A new initiative to improve Critical Illness cover (CIC) has been launched by the Association of British Insurers (ABI), writes Jane Baker. The 'Statement of Best Practice for Critical Illness Cover' will enable customers to understand exactly what CIC provides and what they can claim for.
Following in-depth consultation and consumer research, key changes include a new standard description of CIC to ensure consumers see a consistent explanation of the product.
The wording is as follows: 'Life and critical illness cover pays out a lump sum if you either die or are diagnosed with a critical illness that meets our policy definition. We only cover the critical illnesses we define in our policy and no others'. Furthermore, better definitions of each critical illness will give a clearer view of exactly what is covered so there is less room for doubt about when policyholders should make a claim, leading to fewer rejections.
Nick Kirwan, Chairman of the ABI's Critical Illness Working Party, said: "Consumers will see the new standard description over and over again from all insurers and this will reinforce the message of what critical illness cover does and doesn't do. Over 12 million adults and children are covered by around five million critical illness policies which have paid out over £1.6 billion since 2000 to people who are critically ill. These changes will ensure that the product continues to meet this essential consumer need at an affordable price."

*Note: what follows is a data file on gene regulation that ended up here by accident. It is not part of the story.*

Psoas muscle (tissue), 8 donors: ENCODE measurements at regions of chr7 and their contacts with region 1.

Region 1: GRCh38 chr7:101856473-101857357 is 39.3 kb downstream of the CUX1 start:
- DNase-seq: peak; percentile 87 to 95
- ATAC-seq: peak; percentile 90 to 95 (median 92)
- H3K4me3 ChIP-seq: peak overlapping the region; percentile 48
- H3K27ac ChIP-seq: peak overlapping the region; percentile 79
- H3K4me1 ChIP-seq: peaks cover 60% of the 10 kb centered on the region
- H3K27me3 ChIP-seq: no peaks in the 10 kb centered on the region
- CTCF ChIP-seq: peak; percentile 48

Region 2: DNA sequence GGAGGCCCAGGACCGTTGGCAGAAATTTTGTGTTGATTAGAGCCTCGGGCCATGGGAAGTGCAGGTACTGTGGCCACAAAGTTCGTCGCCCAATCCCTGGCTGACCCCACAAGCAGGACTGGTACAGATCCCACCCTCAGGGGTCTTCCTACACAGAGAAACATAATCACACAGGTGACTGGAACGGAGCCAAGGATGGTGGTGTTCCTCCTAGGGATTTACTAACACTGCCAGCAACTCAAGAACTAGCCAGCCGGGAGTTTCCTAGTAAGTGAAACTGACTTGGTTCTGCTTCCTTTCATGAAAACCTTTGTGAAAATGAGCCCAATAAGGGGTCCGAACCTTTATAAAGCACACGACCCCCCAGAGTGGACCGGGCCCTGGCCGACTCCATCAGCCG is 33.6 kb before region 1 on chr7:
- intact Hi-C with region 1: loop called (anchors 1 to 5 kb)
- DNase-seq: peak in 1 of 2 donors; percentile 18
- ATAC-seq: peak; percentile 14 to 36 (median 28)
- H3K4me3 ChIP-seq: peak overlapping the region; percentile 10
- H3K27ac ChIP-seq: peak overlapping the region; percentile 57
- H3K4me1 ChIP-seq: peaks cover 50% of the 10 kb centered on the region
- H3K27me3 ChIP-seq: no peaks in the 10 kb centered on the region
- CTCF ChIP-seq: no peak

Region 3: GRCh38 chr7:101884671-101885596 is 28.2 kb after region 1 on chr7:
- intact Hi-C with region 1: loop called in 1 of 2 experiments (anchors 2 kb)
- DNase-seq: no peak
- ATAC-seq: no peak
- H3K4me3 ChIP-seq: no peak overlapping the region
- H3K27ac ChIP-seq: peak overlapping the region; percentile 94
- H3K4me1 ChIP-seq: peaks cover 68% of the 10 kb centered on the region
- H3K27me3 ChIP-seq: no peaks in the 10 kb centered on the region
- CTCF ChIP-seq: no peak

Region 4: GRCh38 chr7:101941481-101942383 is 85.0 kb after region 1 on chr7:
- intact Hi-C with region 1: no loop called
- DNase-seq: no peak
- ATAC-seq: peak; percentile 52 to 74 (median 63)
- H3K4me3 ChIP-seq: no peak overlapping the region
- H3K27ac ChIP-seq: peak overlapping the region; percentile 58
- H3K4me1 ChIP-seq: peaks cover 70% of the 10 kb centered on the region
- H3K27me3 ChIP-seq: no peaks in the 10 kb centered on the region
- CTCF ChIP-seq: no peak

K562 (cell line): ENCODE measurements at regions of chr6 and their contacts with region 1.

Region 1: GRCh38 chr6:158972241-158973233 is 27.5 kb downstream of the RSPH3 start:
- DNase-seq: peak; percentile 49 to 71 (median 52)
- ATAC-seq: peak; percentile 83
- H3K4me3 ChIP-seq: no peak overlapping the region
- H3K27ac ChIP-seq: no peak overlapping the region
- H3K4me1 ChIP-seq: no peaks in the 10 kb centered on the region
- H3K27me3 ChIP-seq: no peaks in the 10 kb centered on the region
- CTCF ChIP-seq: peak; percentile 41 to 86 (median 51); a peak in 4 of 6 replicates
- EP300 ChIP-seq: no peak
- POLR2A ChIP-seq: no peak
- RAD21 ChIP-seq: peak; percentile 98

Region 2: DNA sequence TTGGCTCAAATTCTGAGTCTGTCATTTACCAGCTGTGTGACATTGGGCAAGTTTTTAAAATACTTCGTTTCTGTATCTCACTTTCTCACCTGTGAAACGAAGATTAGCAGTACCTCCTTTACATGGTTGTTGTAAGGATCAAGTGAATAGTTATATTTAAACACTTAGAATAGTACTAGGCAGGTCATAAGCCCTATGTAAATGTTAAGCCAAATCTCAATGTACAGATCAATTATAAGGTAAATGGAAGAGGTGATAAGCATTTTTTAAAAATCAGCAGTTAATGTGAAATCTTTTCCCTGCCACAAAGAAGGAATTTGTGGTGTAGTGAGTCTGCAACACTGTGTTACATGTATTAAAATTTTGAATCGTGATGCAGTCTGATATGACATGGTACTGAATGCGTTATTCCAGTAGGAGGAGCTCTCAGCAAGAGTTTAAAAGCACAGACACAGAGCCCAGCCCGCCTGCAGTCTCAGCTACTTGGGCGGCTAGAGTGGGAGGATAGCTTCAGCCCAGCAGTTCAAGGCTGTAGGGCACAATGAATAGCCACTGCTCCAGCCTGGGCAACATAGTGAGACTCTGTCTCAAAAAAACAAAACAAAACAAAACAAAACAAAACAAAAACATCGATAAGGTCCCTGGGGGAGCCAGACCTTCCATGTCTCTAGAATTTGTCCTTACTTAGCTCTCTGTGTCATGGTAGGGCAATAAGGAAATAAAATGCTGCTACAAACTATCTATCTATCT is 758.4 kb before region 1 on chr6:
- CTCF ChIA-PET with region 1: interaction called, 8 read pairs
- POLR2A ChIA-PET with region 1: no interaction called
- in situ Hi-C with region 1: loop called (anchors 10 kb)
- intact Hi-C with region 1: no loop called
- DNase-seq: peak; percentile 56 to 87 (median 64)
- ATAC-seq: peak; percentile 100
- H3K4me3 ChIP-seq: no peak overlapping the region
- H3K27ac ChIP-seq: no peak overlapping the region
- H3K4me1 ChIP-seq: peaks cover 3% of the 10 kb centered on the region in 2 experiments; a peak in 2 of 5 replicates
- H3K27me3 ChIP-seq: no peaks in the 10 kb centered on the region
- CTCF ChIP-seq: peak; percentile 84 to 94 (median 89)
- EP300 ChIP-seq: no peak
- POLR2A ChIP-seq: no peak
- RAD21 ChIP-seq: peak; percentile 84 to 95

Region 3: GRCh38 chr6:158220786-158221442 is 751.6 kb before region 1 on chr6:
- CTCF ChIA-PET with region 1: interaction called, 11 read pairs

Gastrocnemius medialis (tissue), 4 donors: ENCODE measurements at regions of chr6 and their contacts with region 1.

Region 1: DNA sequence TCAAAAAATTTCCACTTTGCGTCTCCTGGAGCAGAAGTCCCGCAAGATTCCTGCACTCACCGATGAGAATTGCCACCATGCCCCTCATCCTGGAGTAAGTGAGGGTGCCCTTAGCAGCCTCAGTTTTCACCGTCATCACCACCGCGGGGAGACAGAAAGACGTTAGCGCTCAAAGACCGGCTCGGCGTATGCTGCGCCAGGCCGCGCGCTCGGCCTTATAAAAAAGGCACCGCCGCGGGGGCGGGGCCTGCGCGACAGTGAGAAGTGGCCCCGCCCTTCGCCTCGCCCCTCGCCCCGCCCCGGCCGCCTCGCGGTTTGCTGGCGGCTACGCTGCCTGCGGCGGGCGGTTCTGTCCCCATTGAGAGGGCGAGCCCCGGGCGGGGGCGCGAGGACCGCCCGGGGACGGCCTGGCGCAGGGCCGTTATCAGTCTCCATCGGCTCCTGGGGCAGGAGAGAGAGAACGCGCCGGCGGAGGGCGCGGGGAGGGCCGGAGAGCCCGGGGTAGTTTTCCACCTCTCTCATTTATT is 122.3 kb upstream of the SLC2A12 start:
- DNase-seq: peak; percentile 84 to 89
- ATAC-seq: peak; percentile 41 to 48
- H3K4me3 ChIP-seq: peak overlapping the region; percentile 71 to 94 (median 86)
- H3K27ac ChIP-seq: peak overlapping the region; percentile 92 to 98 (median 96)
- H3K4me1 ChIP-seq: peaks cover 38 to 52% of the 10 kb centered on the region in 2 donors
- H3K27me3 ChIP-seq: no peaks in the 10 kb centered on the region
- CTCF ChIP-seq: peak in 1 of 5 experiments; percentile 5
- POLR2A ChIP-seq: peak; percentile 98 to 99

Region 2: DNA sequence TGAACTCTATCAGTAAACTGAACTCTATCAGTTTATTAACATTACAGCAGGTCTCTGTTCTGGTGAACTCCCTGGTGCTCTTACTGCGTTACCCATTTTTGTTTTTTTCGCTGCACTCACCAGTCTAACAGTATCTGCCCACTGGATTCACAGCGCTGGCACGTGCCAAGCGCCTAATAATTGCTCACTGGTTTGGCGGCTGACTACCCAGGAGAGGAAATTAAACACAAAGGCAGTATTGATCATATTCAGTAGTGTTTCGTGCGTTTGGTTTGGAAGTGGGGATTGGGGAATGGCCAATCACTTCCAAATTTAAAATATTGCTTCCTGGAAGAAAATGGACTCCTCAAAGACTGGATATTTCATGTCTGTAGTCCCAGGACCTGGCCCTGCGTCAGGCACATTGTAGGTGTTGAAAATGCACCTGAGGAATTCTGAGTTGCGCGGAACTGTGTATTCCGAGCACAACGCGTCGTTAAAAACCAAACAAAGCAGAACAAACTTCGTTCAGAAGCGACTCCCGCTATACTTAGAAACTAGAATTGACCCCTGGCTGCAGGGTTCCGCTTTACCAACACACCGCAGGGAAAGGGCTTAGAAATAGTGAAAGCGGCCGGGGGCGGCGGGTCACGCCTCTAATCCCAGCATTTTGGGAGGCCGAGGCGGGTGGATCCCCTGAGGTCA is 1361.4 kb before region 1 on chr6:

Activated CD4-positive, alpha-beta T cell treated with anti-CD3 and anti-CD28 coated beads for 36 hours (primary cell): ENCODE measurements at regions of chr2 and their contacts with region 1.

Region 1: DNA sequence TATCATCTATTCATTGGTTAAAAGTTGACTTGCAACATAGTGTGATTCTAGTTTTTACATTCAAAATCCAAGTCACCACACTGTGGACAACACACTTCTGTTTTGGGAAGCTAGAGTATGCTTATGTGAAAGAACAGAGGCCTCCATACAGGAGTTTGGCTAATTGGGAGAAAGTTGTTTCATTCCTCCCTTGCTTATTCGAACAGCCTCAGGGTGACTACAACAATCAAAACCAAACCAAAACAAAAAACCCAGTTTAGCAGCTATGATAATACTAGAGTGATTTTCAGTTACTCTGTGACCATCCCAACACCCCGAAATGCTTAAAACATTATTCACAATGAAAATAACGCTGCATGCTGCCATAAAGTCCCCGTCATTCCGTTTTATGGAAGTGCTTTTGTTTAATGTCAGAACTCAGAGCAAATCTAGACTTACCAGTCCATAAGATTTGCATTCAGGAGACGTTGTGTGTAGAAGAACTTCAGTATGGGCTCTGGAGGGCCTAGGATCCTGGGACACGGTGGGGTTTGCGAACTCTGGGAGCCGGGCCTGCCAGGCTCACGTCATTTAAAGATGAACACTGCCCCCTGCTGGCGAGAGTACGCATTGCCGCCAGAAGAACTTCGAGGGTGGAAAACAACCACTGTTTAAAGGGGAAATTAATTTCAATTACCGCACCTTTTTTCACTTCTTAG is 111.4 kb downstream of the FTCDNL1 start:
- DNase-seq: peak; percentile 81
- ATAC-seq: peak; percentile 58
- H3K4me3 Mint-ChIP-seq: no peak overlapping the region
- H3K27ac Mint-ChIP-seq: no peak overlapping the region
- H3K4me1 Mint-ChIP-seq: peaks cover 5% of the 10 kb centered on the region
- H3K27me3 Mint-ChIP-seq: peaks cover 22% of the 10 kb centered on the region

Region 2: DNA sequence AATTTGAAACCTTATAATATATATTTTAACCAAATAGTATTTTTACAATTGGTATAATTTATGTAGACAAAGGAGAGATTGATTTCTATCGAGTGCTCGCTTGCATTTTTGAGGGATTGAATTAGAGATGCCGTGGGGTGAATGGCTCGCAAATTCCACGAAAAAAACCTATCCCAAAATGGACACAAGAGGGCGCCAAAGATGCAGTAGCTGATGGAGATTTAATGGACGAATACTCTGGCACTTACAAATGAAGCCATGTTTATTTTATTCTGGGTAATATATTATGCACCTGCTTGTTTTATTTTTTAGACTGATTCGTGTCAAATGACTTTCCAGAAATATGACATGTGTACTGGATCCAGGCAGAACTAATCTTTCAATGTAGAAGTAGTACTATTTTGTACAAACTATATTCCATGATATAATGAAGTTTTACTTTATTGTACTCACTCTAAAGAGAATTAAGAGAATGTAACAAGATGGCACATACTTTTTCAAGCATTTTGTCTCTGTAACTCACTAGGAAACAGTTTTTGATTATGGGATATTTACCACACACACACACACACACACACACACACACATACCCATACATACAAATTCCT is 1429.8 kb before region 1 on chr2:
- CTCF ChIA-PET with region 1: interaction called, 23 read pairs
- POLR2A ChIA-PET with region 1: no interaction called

Commenting on the ABI's initiative, Roger Edwards, Product Director at critical illness insurer Bright Grey, said: "We support the changes to the descriptions of critical illness definitions as they will bring greater clarity and consistency across the industry. This has to be to the benefit of consumers and we believe it is also the best way forward if we are to secure the future of critical illness cover in its present form." He added: "Critical illness cover is an important part of the protection mix and the new 'Statement of Best Practice' will enable it to remain relevant in the face of future medical developments."
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